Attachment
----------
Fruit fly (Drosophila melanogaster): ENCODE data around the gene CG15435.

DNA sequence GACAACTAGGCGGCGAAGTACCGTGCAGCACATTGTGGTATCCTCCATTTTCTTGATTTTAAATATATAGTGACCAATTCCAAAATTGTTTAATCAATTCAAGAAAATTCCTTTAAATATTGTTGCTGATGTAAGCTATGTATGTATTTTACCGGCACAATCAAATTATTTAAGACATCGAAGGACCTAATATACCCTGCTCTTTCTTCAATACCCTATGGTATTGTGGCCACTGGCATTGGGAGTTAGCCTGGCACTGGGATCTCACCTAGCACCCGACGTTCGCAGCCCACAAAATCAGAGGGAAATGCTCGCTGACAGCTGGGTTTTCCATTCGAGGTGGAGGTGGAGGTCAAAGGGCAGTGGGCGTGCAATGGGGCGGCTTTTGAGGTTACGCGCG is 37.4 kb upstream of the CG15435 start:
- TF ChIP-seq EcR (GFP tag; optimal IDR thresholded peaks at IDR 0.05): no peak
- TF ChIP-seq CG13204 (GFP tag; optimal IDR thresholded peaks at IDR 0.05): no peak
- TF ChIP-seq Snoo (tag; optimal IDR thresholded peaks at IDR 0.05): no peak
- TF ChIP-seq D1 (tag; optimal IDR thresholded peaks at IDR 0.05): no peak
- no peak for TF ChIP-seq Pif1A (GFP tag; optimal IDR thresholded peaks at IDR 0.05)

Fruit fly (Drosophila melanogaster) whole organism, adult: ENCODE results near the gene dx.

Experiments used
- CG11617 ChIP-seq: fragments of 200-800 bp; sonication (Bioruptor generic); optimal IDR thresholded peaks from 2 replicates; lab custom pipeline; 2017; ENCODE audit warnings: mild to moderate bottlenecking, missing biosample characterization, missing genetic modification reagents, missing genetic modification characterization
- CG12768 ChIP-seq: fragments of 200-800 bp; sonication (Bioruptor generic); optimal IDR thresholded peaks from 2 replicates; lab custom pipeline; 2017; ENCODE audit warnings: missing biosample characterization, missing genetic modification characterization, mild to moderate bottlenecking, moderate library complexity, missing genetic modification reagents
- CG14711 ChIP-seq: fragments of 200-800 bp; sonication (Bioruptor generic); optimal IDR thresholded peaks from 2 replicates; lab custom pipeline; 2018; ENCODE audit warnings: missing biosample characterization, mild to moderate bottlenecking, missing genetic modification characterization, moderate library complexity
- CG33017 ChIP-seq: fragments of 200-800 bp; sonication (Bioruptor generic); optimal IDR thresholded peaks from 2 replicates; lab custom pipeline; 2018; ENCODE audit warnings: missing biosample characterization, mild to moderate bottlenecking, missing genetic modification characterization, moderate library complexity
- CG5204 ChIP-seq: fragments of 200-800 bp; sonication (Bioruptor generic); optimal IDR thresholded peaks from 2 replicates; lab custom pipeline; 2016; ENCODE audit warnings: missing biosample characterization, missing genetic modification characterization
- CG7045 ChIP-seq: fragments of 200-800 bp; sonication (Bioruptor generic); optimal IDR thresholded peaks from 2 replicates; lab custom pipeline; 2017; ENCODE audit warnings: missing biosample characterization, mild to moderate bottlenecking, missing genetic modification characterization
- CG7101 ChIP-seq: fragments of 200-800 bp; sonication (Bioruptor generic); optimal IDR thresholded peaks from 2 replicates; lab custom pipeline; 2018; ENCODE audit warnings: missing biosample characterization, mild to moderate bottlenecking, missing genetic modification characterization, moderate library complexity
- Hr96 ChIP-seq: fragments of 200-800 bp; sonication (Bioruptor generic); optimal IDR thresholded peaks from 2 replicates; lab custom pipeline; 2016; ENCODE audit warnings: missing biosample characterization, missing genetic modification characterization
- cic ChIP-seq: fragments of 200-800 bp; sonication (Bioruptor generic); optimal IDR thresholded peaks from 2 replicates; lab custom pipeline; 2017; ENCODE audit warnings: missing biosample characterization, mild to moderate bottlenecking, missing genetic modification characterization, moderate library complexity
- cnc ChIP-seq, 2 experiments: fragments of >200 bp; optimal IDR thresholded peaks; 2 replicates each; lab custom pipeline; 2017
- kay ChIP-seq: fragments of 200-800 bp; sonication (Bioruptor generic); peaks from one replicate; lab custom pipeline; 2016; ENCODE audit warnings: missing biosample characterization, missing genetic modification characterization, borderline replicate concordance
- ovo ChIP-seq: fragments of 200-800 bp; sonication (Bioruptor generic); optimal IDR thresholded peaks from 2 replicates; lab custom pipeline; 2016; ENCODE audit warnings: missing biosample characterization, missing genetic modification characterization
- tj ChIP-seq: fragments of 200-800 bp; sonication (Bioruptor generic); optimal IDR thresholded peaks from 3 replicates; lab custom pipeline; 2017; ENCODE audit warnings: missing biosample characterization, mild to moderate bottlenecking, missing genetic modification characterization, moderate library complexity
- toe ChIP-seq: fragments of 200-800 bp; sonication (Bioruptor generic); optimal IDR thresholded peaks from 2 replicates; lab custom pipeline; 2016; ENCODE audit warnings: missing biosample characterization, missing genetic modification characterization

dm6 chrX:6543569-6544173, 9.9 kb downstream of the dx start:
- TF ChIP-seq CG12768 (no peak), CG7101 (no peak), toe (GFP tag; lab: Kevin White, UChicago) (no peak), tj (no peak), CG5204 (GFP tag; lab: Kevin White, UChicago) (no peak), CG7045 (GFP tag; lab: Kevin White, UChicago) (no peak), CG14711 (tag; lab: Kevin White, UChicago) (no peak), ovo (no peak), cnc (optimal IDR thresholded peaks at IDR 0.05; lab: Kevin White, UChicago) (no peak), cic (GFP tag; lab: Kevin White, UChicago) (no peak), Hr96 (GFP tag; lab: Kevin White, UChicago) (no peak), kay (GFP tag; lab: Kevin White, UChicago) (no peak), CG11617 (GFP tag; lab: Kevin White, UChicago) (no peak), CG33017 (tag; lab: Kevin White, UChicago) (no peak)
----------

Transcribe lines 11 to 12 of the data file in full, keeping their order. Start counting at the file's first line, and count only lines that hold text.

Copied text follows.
- CG12768 ChIP-seq: fragments of 200-800 bp; sonication (Bioruptor generic); optimal IDR thresholded peaks from 2 replicates; lab custom pipeline; 2017; ENCODE audit warnings: missing biosample characterization, missing genetic modification characterization, mild to moderate bottlenecking, moderate library complexity, missing genetic modification reagents
- CG14711 ChIP-seq: fragments of 200-800 bp; sonication (Bioruptor generic); optimal IDR thresholded peaks from 2 replicates; lab custom pipeline; 2018; ENCODE audit warnings: missing biosample characterization, mild to moderate bottlenecking, missing genetic modification characterization, moderate library complexity